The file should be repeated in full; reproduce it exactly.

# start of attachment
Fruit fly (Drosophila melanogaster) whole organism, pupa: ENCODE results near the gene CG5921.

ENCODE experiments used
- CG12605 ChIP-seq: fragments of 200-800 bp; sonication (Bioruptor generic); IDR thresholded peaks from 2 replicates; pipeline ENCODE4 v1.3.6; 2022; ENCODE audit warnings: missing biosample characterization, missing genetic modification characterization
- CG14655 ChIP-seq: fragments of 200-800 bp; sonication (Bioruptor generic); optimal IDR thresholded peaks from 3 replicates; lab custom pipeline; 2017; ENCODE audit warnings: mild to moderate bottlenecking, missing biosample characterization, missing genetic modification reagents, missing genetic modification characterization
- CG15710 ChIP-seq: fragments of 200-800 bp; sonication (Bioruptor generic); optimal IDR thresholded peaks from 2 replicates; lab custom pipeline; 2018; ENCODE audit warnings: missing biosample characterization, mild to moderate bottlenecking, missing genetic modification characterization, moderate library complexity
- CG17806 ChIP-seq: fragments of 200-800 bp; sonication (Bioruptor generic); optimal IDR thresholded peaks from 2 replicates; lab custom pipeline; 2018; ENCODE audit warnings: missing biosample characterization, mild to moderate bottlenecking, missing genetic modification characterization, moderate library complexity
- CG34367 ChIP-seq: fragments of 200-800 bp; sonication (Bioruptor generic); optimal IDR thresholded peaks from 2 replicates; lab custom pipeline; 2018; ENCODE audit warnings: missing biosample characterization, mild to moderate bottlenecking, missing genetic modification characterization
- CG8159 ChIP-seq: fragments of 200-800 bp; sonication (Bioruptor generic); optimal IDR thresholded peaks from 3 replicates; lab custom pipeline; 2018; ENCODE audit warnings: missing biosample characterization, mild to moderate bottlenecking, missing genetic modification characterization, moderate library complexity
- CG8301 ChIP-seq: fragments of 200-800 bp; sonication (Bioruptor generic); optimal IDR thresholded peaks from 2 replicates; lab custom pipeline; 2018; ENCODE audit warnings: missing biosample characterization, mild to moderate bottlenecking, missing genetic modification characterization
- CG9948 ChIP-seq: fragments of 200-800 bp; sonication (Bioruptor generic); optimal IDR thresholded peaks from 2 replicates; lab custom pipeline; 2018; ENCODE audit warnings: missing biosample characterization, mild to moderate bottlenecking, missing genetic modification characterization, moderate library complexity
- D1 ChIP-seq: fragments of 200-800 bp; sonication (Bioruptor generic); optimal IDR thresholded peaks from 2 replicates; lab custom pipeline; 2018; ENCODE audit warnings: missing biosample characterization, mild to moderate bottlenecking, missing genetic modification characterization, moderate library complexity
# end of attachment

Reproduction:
Fruit fly (Drosophila melanogaster) whole organism, pupa: ENCODE results near the gene CG5921.

ENCODE experiments used
- CG12605 ChIP-seq: fragments of 200-800 bp; sonication (Bioruptor generic); IDR thresholded peaks from 2 replicates; pipeline ENCODE4 v1.3.6; 2022; ENCODE audit warnings: missing biosample characterization, missing genetic modification characterization
- CG14655 ChIP-seq: fragments of 200-800 bp; sonication (Bioruptor generic); optimal IDR thresholded peaks from 3 replicates; lab custom pipeline; 2017; ENCODE audit warnings: mild to moderate bottlenecking, missing biosample characterization, missing genetic modification reagents, missing genetic modification characterization
- CG15710 ChIP-seq: fragments of 200-800 bp; sonication (Bioruptor generic); optimal IDR thresholded peaks from 2 replicates; lab custom pipeline; 2018; ENCODE audit warnings: missing biosample characterization, mild to moderate bottlenecking, missing genetic modification characterization, moderate library complexity
- CG17806 ChIP-seq: fragments of 200-800 bp; sonication (Bioruptor generic); optimal IDR thresholded peaks from 2 replicates; lab custom pipeline; 2018; ENCODE audit warnings: missing biosample characterization, mild to moderate bottlenecking, missing genetic modification characterization, moderate library complexity
- CG34367 ChIP-seq: fragments of 200-800 bp; sonication (Bioruptor generic); optimal IDR thresholded peaks from 2 replicates; lab custom pipeline; 2018; ENCODE audit warnings: missing biosample characterization, mild to moderate bottlenecking, missing genetic modification characterization
- CG8159 ChIP-seq: fragments of 200-800 bp; sonication (Bioruptor generic); optimal IDR thresholded peaks from 3 replicates; lab custom pipeline; 2018; ENCODE audit warnings: missing biosample characterization, mild to moderate bottlenecking, missing genetic modification characterization, moderate library complexity
- CG8301 ChIP-seq: fragments of 200-800 bp; sonication (Bioruptor generic); optimal IDR thresholded peaks from 2 replicates; lab custom pipeline; 2018; ENCODE audit warnings: missing biosample characterization, mild to moderate bottlenecking, missing genetic modification characterization
- CG9948 ChIP-seq: fragments of 200-800 bp; sonication (Bioruptor generic); optimal IDR thresholded peaks from 2 replicates; lab custom pipeline; 2018; ENCODE audit warnings: missing biosample characterization, mild to moderate bottlenecking, missing genetic modification characterization, moderate library complexity
- D1 ChIP-seq: fragments of 200-800 bp; sonication (Bioruptor generic); optimal IDR thresholded peaks from 2 replicates; lab custom pipeline; 2018; ENCODE audit warnings: missing biosample characterization, mild to moderate bottlenecking, missing genetic modification characterization, moderate library complexity